Admittedly I did not have the advantage of hearing the entirety of what Paul Young had to say. But my sense is that there is no “healthy” side to sinning (“Eve says that she and the serpent did it. Adam says that the Lord and Eve did it.”). Both responses were “self/sin centric”. Each stepped away from the intended relational reality they were created to and intended to enjoy with the Father. Granted Eve put a “prettier face” on her sin than Adam did, but to sort of quantify one’s posture toward sin (relational vs occupational) does not seem warranted or indeed any “healthier” my view. Nor does it seem to me to be warranted in the sermon on the mount.
Not sure I can buy into the whole “better place” / “healthier” thing. Eve’s (a woman’s) intrinsic dignity in my view is rooted in something so much more significant than a kind of innate, instinct or disposition to “relationship”. She was (is) in the image of God who created her as an incomparable, irreplaceable complement to Adam.

OK, look at it in a different light then. She told the truth, he told a lie. She blamed the enemy (and herself), he blamed the Almighty. The issue is not whether sin has a ‘healthy side’. It does not. The issue is who accuses whom.

It’s not that she ‘put a prettier face’ on sin. It’s rather that he made it infinitely uglier by accusing the Creator.

And we have so often been taught that it was in some way the woman’s fault. As Jon mentions below, he was there throughout. He could have intervened. He said… nothing.

The great thing about Paul’s presentation was that he opened up what has been hidden. He showed that there’s more to the story than we usually realise.

Chris, I think they both lied, or at least couldn’t bring themselves to simply admit the truth. Eve blamed the serpent, and Adam blamed the woman. God had placed both woman and serpent in the garden. Any time we implicate someone else in our own sin, we are in a way blaming God (James 1:14).

Neither Adam nor Eve said “Against you have I sinned Oh Lord,” which would have been the truth. Other than that, I think I am totally on board with you about how we are to be about reversing the effects of the curse.

John, Love your last sentence about Eve being in the image of God–an incomparable, irreplaceable complement to Adam.

I’ve never heard it quite like that before but I was taught that Eve was truly deceived while Adam chose to disobey. It was used to show us that women were by their nature gullible and needed a man to guide them in making decisions. I don’t know that either is in a better place spiritually but I think in some ways its easier for us to relate to and maybe even obey God because we are more relational than for men who are more task oriented.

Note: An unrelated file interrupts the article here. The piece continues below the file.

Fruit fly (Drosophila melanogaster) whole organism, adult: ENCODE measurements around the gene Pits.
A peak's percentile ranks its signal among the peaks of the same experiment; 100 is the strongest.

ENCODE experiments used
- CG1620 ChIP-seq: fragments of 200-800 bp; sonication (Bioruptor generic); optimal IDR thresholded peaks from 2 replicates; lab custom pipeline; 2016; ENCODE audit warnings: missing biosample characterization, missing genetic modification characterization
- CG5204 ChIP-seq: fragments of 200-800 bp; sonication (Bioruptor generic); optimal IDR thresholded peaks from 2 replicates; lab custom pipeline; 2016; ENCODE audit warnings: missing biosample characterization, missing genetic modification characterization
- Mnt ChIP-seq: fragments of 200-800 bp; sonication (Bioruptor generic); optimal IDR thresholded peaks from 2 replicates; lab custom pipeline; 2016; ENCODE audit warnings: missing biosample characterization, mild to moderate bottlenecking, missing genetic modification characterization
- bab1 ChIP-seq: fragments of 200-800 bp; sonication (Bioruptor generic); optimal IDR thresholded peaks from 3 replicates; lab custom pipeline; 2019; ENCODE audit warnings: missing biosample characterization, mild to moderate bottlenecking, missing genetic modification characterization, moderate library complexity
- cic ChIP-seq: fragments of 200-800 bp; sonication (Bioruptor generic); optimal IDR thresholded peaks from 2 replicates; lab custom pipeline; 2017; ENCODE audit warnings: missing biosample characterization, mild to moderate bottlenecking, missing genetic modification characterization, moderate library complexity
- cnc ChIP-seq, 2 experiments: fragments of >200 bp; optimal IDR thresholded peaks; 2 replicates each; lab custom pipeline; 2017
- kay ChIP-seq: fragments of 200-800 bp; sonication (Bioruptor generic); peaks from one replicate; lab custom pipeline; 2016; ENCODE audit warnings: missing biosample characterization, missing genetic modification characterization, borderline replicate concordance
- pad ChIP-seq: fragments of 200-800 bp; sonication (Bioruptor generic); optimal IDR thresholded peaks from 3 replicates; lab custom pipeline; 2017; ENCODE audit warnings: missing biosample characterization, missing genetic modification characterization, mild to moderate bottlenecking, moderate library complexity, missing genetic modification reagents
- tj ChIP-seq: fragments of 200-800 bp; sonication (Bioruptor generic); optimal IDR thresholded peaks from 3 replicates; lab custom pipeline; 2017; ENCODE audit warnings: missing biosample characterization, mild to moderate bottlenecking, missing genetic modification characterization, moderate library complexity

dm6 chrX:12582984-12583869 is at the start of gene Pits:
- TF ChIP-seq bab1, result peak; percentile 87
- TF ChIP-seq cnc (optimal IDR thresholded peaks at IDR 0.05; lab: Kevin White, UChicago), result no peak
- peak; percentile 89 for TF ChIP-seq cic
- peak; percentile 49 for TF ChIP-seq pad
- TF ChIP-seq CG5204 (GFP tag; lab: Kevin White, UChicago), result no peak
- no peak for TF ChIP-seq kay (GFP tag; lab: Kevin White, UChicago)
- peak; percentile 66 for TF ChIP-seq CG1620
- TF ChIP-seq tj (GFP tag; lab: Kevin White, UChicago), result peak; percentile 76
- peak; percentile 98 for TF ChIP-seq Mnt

I’m a man, admittedly, but I have never seen anyone as task oriented as my wife when delivering our children. I’m thinking the relational vs task oriented is cultural/modern versus biblical/historical. The woman in Prov 31 is pretty much working all day. David was very relational. Etc. And the Bible is pretty clear that we are deceived when we want to be, James 1:14 for instance. I think the point of 1 Tim 2:14 is that women are no more capable of entering into a relationship with God apart from the indwelling Holy Spirit than men are, since woman (chose to be) deceived.

“…women were by their nature gullible and needed a man to guide them in making decisions.” Really? Perhaps it’s us men that are more gullible if we believe someone who tells us that :). I think you’re sharing a great example of exactly what God said the result of the fall would be…men trying to rule over and belittle women.

Don’t misunderstand me, there are clear differences between men and women…some areas where women tend to be stronger and other areas where men tend to be stronger. But I’m married to a women and she’s anything but gullible. The truth is I need her as much or more than she needs me when we’re making decisions.

When God created man in his own image, he specifically said “male and female he created them.” There’s something about the different sides of God and his character and personality that men and women each uniquely created to be image bearers of.

But I’m tired of men putting down women and using scripture to defend it. That’s exactly the sort of thing that really pissed off Jesus.

I agree with Tim Day’s comments below: Neither Adam nor Eve are in a healthier place. One says “I find my worth in work rather than in God,” while the other says “I find my worth in relationships rather than in God.” Both are a variation on the very essence of sin. And I think both could be related to the individualized curses in Gen 3:16-19.

Neither work nor relationship are necessarily healthier than the other; one person may relate to their work in a very healthy way bringing great blessing to others, while another person may be in a very toxic and dependent relationship bringing hell on earth.

Finally, I don’t see any scriptural support for Chris’ assertion that Eve “is in a fundamentally better place.” That immediately struck me as expressing a certain cultural perspective or rhetorical purpose rather than an explicitly biblical one.

Perhaps I haven’t explained this well.

We were created for relationship with the Creator. We were created for love. So relationship and love are a fundamentally better basis for worth and value and significance than work.

No matter how hard or cleverly I work I can never earn that original, holy relationship that was lost. Instead I must receive it as a gift from Christ.

To think that I could earn my way into his love would be futile, yet that is the route that we men tend to take.

And all of us are members of the church. We are all part of a woman, the Bride of Christ. We are her hands, her feet, her ears, her eyes. Paul writes that together we are to be built up until we reach unity and are made perfect. We are both the body of Christ and the Bride of Christ. It is a mystery! That’s the sense in which marriage is a mystery, too. Two become one flesh. Christ is the Bridegroom, we are the Bride. We are one flesh with Christ.